Fairness is key to the selection process. From its early days, a family business should establish an employment policy that sets out the qualifications expected of its CEO. The qualifications should be as objective as possible, for example formal education requirements, language requirements, and experience requirements both outside and within the family business (eg, having held a senior executive position for a certain duration). The employment policy should also specify performance targets and subject candidates to regular performance reviews.

By setting out the qualifications and performance targets in an employment policy, the selection process becomes more transparent. Transparency promotes fairness and meritocracy, both of which are important values for any successful business. The successor chosen in accordance with the employment policy is likely to command more respect from others, which in turn, helps to maintain stability during the later stages of the succession process.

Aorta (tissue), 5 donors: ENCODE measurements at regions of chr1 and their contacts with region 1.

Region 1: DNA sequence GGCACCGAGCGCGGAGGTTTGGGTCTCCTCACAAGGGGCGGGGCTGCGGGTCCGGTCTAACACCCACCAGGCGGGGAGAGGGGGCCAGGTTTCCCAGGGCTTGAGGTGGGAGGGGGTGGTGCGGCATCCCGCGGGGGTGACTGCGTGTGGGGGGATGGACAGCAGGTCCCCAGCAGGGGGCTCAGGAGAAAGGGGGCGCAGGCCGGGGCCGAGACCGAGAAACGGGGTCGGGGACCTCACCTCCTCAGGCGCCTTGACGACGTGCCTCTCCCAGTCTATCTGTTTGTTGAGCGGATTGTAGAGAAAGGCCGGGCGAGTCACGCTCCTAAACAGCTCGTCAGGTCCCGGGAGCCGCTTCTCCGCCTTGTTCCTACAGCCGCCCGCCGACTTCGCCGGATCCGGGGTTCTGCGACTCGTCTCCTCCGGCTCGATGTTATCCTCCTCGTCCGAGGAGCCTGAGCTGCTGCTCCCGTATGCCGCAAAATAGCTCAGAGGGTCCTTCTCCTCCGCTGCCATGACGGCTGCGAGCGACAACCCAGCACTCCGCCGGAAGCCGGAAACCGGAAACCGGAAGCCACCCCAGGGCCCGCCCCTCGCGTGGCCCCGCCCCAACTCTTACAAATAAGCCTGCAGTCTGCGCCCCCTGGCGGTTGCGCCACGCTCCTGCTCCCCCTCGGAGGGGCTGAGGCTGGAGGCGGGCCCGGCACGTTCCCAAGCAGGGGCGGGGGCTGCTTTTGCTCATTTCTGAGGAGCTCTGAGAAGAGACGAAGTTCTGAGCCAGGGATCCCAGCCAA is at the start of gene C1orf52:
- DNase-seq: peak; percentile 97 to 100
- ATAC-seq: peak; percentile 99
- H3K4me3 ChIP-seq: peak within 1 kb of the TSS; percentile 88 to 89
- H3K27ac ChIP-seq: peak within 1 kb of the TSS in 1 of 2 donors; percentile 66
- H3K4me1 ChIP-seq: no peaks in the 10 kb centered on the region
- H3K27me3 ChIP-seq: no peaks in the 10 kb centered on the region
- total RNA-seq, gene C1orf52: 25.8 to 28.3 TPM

Having an employment policy also helps the business to nurture talent within the family. The policy provides clear goals for ambitious family members, thereby encouraging them to develop the necessary competency from an early age.

However, family businesses should prepare for the worst. Unexpected events can create a vacuum in the line of succession. Family companies should prepare themselves for this risk by retaining external talent. In addition to bringing new ideas, external talent can ensure the continued success of the company where there is a lack of interest or talent within the family. They can also help the company to survive unexpected events such as the sudden illness or death of an heir or family member, who holds a senior position. In order to retain external talent, the company should consciously create promotion opportunities for them, such as setting a limit to the number of top positions held by family members so that outside talent can aspire to rise to the highest ranks.

The Handover